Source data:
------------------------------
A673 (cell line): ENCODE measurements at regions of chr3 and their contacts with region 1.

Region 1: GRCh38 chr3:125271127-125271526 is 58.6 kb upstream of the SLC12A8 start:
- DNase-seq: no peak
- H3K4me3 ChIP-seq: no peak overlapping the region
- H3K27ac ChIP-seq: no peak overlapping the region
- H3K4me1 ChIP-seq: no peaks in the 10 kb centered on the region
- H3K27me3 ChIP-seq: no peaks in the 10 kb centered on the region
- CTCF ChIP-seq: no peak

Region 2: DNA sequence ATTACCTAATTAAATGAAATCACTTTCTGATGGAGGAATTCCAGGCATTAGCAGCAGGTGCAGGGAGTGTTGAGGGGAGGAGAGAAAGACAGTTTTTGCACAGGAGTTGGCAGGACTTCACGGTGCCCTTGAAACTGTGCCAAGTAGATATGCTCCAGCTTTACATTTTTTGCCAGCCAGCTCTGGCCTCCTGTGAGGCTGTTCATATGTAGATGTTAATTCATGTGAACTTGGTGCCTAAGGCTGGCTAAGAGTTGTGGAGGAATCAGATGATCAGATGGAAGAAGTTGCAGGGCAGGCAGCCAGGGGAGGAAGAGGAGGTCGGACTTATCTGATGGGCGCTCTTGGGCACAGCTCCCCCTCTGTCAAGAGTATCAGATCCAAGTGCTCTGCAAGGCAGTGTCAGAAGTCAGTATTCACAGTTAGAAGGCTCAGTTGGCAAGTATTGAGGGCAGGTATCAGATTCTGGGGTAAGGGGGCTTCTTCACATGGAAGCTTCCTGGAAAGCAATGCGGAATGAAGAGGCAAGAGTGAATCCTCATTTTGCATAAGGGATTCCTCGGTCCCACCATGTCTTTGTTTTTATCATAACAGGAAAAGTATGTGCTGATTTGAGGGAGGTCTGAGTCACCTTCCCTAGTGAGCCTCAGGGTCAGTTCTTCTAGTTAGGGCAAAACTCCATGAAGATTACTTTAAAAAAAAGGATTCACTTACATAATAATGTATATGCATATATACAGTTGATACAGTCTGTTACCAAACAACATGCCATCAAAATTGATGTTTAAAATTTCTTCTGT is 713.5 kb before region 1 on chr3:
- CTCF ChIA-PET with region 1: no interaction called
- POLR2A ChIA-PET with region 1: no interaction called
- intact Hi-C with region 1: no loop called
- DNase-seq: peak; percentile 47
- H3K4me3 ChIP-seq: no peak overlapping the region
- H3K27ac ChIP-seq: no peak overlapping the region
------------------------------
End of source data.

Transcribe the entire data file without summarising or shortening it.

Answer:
A673 (cell line): ENCODE measurements at regions of chr3 and their contacts with region 1.

Region 1: GRCh38 chr3:125271127-125271526 is 58.6 kb upstream of the SLC12A8 start:
- DNase-seq: no peak
- H3K4me3 ChIP-seq: no peak overlapping the region
- H3K27ac ChIP-seq: no peak overlapping the region
- H3K4me1 ChIP-seq: no peaks in the 10 kb centered on the region
- H3K27me3 ChIP-seq: no peaks in the 10 kb centered on the region
- CTCF ChIP-seq: no peak

Region 2: DNA sequence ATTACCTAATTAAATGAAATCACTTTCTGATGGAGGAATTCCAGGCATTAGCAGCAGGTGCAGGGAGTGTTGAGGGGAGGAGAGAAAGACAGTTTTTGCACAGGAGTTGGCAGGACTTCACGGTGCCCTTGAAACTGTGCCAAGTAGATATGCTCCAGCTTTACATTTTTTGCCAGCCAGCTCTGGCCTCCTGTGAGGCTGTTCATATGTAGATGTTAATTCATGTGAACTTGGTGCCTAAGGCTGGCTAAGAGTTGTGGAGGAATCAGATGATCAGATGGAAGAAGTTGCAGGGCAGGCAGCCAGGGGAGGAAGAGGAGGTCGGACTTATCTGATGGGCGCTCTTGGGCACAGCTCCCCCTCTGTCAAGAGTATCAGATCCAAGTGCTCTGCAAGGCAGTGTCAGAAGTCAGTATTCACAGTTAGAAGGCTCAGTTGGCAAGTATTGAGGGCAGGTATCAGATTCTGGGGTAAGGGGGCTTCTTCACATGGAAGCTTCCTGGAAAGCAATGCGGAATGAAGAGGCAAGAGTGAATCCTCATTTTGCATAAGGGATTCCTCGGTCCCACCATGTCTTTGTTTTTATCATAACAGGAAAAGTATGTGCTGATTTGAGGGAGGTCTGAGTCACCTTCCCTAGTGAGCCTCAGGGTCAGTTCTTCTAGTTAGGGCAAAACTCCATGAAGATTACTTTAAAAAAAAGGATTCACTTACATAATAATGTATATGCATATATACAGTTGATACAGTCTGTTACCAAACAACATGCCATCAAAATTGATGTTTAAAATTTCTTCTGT is 713.5 kb before region 1 on chr3:
- CTCF ChIA-PET with region 1: no interaction called
- POLR2A ChIA-PET with region 1: no interaction called
- intact Hi-C with region 1: no loop called
- DNase-seq: peak; percentile 47
- H3K4me3 ChIP-seq: no peak overlapping the region
- H3K27ac ChIP-seq: no peak overlapping the region